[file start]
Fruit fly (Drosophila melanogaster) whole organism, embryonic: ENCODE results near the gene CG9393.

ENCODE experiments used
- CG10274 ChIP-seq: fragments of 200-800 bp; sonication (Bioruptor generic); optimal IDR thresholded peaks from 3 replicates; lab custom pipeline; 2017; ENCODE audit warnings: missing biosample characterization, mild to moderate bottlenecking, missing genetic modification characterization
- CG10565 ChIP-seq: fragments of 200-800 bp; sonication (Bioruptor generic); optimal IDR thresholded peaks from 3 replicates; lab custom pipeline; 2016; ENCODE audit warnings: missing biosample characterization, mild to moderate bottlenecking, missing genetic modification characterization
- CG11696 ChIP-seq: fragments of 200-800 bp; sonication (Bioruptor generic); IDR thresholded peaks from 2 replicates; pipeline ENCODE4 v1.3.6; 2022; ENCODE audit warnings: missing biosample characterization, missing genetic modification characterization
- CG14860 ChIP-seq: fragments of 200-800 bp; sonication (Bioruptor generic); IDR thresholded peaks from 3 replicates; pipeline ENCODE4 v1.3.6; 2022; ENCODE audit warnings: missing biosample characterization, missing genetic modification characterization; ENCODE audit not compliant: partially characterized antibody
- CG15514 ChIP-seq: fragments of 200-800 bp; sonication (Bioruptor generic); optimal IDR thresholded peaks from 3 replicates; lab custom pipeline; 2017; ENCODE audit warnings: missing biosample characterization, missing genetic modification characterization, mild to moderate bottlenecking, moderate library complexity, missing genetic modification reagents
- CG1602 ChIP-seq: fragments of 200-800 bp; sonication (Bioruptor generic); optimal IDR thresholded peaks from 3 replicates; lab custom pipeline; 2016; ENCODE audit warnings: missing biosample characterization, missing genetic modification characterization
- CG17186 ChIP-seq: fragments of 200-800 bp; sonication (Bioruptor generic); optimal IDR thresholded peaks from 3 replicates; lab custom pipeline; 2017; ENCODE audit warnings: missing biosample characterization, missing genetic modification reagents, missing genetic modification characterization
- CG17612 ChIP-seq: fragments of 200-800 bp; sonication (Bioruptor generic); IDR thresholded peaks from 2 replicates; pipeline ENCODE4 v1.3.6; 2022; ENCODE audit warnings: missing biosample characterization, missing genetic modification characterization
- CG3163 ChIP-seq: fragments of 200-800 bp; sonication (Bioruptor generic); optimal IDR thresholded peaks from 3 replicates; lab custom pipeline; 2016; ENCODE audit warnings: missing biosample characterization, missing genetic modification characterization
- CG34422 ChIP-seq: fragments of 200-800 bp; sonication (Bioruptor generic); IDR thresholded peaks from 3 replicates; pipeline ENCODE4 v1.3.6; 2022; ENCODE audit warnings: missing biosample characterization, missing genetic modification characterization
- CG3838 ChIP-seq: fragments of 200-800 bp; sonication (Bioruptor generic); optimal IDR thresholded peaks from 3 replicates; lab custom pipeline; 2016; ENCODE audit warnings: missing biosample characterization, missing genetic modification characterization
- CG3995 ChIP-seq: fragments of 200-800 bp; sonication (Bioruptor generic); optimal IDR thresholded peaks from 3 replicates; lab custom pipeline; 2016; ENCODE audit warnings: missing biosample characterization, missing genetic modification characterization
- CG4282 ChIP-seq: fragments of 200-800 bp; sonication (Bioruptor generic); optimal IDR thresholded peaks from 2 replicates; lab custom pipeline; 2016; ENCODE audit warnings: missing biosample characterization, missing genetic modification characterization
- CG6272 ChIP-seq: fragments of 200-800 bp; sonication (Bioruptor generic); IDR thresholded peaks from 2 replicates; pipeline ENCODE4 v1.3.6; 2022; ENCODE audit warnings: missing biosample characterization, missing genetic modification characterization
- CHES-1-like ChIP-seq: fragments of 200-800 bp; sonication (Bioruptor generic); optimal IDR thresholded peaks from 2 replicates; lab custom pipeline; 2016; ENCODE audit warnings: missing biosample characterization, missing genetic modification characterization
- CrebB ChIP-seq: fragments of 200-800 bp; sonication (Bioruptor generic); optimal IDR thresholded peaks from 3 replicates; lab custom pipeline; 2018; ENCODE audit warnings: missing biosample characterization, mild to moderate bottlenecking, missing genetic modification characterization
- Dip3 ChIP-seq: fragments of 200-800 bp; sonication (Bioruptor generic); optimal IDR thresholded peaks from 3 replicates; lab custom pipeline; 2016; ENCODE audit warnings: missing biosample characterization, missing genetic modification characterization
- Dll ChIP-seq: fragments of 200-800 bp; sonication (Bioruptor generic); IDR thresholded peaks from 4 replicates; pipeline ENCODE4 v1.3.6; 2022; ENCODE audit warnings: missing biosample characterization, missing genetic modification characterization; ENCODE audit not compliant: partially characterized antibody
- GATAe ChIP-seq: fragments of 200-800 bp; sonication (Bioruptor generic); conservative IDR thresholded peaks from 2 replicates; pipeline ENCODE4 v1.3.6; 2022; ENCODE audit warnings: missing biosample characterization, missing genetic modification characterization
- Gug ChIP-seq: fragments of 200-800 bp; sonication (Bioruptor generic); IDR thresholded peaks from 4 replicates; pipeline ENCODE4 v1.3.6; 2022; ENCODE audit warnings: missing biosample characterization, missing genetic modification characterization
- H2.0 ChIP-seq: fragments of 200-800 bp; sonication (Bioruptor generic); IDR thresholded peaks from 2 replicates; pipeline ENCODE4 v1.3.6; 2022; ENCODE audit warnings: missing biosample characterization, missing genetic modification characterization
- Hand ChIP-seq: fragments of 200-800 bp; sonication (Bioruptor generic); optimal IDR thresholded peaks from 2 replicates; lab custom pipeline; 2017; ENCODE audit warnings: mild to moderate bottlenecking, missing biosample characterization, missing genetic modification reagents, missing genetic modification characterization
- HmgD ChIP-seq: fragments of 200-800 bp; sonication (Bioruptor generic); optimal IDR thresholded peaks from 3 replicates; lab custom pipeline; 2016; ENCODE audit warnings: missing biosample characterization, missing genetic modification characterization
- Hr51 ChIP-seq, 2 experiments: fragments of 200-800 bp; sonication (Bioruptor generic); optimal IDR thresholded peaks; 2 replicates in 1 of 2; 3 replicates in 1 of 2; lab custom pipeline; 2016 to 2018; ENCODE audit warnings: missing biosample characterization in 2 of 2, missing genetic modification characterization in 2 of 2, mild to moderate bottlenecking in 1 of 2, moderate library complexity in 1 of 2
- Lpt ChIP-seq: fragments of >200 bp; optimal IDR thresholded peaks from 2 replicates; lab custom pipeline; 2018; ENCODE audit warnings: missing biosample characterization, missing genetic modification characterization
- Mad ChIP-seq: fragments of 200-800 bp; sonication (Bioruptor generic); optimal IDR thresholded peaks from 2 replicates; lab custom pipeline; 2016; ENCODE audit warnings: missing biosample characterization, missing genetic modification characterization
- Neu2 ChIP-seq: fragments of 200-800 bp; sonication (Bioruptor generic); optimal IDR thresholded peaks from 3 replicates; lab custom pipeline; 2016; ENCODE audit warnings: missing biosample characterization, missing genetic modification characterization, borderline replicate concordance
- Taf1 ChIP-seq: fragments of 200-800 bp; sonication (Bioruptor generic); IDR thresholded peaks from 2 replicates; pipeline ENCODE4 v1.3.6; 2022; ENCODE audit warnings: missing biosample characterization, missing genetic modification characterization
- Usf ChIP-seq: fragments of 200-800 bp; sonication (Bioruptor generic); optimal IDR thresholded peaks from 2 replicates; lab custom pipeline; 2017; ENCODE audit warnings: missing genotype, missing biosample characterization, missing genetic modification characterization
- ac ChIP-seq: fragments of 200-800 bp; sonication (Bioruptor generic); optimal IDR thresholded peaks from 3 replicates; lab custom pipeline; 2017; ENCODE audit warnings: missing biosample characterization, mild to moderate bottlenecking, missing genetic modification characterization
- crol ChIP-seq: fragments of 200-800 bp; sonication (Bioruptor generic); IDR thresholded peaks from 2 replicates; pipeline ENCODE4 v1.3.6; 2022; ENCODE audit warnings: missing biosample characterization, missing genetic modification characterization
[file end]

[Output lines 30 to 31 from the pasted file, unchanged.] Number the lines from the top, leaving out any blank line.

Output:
- Taf1 ChIP-seq: fragments of 200-800 bp; sonication (Bioruptor generic); IDR thresholded peaks from 2 replicates; pipeline ENCODE4 v1.3.6; 2022; ENCODE audit warnings: missing biosample characterization, missing genetic modification characterization
- Usf ChIP-seq: fragments of 200-800 bp; sonication (Bioruptor generic); optimal IDR thresholded peaks from 2 replicates; lab custom pipeline; 2017; ENCODE audit warnings: missing genotype, missing biosample characterization, missing genetic modification characterization